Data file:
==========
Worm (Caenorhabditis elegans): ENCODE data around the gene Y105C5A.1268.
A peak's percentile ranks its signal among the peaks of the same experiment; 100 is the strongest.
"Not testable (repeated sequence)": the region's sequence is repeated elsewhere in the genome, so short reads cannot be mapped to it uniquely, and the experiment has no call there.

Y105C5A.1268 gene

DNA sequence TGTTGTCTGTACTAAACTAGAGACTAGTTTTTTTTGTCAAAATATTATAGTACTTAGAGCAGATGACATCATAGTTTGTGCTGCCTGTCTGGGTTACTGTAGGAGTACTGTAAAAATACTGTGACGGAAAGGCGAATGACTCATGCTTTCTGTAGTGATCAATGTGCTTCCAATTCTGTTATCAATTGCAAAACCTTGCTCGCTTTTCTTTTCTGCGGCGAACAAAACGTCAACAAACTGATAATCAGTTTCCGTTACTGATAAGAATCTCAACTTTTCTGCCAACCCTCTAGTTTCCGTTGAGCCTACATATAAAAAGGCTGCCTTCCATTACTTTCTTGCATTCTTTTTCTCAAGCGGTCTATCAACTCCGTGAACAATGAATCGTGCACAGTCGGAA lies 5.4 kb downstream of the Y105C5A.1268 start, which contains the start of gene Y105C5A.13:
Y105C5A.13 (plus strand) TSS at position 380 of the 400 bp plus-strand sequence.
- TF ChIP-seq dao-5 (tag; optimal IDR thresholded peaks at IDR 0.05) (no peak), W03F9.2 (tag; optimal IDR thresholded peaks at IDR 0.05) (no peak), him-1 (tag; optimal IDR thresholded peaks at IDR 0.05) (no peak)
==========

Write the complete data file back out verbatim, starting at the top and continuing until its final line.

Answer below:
Worm (Caenorhabditis elegans): ENCODE data around the gene Y105C5A.1268.
A peak's percentile ranks its signal among the peaks of the same experiment; 100 is the strongest.
"Not testable (repeated sequence)": the region's sequence is repeated elsewhere in the genome, so short reads cannot be mapped to it uniquely, and the experiment has no call there.

Y105C5A.1268 gene

DNA sequence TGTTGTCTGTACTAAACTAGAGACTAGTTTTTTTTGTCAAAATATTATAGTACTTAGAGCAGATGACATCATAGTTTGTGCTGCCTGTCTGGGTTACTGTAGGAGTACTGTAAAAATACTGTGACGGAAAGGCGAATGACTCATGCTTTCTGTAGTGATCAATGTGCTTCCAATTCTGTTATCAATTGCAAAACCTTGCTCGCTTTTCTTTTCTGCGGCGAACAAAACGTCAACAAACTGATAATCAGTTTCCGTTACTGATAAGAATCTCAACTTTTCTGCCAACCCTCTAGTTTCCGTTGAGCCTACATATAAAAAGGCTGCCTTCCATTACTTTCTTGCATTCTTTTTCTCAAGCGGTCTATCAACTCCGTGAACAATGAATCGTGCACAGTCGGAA lies 5.4 kb downstream of the Y105C5A.1268 start, which contains the start of gene Y105C5A.13:
Y105C5A.13 (plus strand) TSS at position 380 of the 400 bp plus-strand sequence.
- TF ChIP-seq dao-5 (tag; optimal IDR thresholded peaks at IDR 0.05) (no peak), W03F9.2 (tag; optimal IDR thresholded peaks at IDR 0.05) (no peak), him-1 (tag; optimal IDR thresholded peaks at IDR 0.05) (no peak)